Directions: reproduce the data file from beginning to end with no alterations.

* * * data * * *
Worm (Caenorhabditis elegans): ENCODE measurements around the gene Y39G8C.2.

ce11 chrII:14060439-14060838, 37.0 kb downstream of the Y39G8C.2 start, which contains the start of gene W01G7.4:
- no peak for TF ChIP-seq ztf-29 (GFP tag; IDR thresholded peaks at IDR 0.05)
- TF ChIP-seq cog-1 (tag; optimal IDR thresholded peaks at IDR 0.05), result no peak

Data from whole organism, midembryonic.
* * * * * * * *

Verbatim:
Worm (Caenorhabditis elegans): ENCODE measurements around the gene Y39G8C.2.

ce11 chrII:14060439-14060838, 37.0 kb downstream of the Y39G8C.2 start, which contains the start of gene W01G7.4:
- no peak for TF ChIP-seq ztf-29 (GFP tag; IDR thresholded peaks at IDR 0.05)
- TF ChIP-seq cog-1 (tag; optimal IDR thresholded peaks at IDR 0.05), result no peak

Data from whole organism, midembryonic.